look at mankind, for better or worse, we're pretty special. Arguably no
single species has been able to reshape the planet in its image as fully as
humans. So what happened during the course of evolution to make humans so
dramatically different in intelligence and abilities from even our closest
relatives, say chimpanzees?
That's what a multi-school team set out to answer [press
release], with advanced genetic analysis. The team was led by
David Kingsley [profile],
a top geneticist at the non-profit Howard Hughes
Medical Institute, and included a number of researchers from Stanford University, which is located in Palo
I. The Hunt for Missing Genes
While some find it hard to fathom how a set of small genetic changes could
result in dramatically different anatomies -- say
growing fins versus arms -- Professor Kingsley has shown in stickleback fish
changes to regulatory DNA could have dramatic impact on anatomy and appearance.
Similarly some of the crucial differences between humans and chimps were found
to be not actual gene additions or deletions, but rather changes to regulatory
In total 510 gene sequences can be found in chimps and a variety of other
mammal species, but are "surprisingly missing" from humans.
Computer analysis showed that many of these sequence deletions were
clustered around steroid hormone genes (which influence sex and anatomy) and
neural development genes.
These regulatory changes were thought to grant humans unique traits like bigger
brains and erect spines, and cause them to lose other traits such as whiskers
and bony penises (more on that later).
But locating potentially important deletions only took the team so far.
They then needed to analyze the deletions. Describes Professor
Kingsley, "We had a team of interested graduate students, postdocs, and
developmental biologists poring through this list. It was a fun detective hunt
that led to lots of interesting discussions."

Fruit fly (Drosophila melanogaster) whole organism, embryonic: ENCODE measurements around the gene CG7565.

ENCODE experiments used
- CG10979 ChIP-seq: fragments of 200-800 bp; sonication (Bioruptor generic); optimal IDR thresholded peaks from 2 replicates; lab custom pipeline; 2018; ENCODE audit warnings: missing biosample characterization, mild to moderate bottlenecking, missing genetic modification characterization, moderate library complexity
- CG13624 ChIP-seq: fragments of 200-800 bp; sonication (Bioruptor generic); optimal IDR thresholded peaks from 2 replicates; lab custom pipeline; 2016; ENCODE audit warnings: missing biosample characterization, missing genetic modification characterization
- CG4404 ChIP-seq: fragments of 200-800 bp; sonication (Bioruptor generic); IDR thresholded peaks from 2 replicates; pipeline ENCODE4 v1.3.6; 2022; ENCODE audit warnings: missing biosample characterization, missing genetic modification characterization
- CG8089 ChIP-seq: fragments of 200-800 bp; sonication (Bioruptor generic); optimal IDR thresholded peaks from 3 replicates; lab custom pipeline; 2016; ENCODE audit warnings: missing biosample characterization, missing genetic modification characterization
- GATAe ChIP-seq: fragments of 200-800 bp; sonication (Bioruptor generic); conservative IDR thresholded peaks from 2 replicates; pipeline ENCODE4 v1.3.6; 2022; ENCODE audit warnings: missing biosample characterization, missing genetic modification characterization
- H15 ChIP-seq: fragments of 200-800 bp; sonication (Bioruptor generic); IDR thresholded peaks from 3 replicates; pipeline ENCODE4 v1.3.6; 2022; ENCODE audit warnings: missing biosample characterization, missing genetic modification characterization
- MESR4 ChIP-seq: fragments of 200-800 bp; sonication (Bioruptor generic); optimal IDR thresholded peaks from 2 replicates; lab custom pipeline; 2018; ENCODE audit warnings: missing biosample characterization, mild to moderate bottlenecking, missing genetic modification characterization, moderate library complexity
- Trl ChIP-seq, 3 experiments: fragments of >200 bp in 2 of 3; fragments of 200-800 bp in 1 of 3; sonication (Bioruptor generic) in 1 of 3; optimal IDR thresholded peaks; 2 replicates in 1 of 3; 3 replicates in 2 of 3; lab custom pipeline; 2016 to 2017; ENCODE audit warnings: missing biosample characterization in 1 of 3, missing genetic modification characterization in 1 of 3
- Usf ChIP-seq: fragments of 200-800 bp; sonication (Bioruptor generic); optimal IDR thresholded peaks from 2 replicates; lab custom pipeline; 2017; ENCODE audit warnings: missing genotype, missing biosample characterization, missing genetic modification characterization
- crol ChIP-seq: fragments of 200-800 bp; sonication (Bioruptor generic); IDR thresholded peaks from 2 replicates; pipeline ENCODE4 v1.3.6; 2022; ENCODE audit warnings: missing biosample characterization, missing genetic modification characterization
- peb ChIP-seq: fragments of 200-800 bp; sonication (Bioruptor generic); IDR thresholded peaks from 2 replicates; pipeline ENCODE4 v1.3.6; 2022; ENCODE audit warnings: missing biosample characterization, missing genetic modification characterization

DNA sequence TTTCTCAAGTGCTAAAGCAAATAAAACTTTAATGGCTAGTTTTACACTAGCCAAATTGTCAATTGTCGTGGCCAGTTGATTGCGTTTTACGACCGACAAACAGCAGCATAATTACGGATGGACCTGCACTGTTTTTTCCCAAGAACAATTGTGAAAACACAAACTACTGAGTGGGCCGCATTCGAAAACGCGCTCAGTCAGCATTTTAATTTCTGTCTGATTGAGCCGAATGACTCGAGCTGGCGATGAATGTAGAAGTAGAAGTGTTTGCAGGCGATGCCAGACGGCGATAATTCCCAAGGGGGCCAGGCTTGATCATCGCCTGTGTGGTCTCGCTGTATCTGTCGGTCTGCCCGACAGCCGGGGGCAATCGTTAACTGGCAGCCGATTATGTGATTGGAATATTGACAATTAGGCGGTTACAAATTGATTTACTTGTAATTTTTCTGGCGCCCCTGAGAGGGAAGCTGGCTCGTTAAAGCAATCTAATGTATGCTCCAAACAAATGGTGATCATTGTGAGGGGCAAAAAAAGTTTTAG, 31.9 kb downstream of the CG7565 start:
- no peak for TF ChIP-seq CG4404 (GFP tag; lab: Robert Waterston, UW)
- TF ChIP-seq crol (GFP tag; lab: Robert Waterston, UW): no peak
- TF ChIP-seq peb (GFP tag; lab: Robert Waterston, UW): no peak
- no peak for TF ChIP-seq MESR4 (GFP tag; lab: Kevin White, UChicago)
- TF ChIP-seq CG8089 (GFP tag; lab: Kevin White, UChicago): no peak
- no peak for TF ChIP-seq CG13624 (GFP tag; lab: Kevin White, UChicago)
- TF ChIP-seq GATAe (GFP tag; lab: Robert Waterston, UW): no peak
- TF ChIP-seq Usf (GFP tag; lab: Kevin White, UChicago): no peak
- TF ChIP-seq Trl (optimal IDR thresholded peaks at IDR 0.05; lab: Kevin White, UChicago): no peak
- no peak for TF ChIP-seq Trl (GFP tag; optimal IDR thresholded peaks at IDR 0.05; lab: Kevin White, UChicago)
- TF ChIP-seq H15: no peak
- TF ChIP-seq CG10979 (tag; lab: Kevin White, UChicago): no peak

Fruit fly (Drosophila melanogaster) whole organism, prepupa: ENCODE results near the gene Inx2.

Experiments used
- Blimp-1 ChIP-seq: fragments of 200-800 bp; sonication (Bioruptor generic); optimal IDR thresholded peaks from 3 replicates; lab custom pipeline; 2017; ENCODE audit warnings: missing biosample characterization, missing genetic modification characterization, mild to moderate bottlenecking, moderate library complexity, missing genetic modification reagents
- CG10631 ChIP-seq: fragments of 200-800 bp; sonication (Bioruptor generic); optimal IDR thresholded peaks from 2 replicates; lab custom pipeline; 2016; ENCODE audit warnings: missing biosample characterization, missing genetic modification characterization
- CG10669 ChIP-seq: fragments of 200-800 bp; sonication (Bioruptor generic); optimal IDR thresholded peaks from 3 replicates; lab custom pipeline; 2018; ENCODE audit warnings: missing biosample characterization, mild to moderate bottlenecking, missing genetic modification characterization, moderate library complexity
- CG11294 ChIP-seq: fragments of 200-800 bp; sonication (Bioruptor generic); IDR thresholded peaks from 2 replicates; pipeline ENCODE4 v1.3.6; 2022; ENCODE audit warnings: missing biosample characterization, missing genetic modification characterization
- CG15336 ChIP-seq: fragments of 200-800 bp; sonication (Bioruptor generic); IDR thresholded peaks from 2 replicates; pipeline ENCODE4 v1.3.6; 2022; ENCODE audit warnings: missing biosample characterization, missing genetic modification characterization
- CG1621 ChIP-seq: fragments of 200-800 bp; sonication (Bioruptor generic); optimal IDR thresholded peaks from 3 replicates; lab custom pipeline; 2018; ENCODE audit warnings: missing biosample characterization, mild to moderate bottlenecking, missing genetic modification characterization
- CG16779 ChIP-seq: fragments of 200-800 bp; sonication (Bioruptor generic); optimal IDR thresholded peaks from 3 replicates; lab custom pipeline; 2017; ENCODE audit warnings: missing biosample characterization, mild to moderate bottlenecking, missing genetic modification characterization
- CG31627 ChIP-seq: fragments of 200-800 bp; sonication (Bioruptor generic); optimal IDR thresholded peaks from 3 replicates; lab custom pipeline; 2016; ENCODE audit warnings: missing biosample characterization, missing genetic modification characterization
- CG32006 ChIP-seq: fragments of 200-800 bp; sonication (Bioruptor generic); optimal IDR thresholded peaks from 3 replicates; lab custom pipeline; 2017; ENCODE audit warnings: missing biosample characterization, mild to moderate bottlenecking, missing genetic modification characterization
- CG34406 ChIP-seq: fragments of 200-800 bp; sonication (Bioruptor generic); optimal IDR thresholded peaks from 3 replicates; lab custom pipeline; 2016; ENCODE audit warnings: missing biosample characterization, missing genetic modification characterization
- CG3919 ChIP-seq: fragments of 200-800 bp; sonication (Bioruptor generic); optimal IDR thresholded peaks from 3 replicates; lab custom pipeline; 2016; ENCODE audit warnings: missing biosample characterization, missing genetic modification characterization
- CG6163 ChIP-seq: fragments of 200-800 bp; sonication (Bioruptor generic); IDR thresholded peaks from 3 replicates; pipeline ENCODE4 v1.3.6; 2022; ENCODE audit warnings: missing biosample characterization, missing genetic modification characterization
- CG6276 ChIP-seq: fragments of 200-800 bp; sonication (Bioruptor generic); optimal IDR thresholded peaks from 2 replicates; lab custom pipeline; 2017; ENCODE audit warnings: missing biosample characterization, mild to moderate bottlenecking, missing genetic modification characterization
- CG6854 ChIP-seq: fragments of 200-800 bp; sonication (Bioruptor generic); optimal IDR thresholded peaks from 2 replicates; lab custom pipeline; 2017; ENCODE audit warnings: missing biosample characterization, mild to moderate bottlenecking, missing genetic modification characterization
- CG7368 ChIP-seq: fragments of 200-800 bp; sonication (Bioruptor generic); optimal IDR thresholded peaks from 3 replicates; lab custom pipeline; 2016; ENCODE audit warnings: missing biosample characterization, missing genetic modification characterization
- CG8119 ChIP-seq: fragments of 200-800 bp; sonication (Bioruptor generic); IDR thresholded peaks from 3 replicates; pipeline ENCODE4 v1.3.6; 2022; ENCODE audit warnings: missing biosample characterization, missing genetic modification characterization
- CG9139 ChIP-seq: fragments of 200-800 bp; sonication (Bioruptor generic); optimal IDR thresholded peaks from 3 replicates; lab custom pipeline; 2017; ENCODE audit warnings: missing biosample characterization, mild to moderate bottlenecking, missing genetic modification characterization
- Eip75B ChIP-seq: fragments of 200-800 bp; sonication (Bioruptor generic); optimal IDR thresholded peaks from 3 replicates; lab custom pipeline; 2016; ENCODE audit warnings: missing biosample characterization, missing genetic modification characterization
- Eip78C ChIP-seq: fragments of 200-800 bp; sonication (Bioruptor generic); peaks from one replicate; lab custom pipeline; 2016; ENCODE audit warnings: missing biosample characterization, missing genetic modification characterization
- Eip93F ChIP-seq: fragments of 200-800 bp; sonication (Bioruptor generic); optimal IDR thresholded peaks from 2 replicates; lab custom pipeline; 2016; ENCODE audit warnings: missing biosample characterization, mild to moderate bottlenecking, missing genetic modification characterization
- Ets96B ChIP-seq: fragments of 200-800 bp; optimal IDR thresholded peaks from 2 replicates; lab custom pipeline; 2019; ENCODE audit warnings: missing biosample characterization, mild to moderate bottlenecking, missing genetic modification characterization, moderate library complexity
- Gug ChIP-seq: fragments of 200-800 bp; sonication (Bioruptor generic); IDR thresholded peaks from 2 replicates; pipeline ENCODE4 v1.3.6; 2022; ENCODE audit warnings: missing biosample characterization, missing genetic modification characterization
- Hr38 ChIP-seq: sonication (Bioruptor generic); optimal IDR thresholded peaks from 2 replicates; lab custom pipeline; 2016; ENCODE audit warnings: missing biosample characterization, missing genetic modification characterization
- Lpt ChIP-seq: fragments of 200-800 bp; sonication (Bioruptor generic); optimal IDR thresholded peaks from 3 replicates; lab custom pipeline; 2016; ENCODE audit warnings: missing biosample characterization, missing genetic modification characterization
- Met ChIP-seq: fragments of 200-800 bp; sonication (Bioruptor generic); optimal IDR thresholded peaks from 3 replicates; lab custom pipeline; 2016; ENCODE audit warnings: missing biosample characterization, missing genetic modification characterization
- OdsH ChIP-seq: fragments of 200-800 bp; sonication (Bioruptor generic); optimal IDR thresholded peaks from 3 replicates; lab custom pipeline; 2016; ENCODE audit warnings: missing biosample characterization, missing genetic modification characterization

II. Penis "Bones" and More -- Intriguing Findings
One inactivation that produced a critical impact in humans was the removal of
regulators of the gene GADD45g around neural-specific sequences. GADD45g
triggers cell growth. So by disabling this regulatory sequence human
brains were able to grow larger and more dense, allowing the rich cortex and
connecting layers that give rise to intelligence, complex personality, and
advanced motor learning.
Other changes revolved around a special sex-specific receptor.
Did you ever stop to wonder why cats and dogs have whiskers and we don't?
Critics of evolutionary theory have long posed such examples. Well
it turns out humans have the genes to potentially grow whisker-like features,
but one of the deletions inactivates the growth.
Specifically the deletion is the removal of a regulatory sequence for the
androgen receptor, which causes the protein androgen to be produced in that
vicinity. Androgen is responsible for "turning on"
male-specific traits. In this case, knocking out the regulatory sequences
knocked out the "on" switch, leaving the genes for whiskers
permanently inactivated (barring a rare insertion of an androgen regulatory
sequence via future evolution).
A similar male-specific inactivation occurs with the androgen receptor and
genes coding for penis bones.
While whiskers may be familiar material, most don't know that chimps and some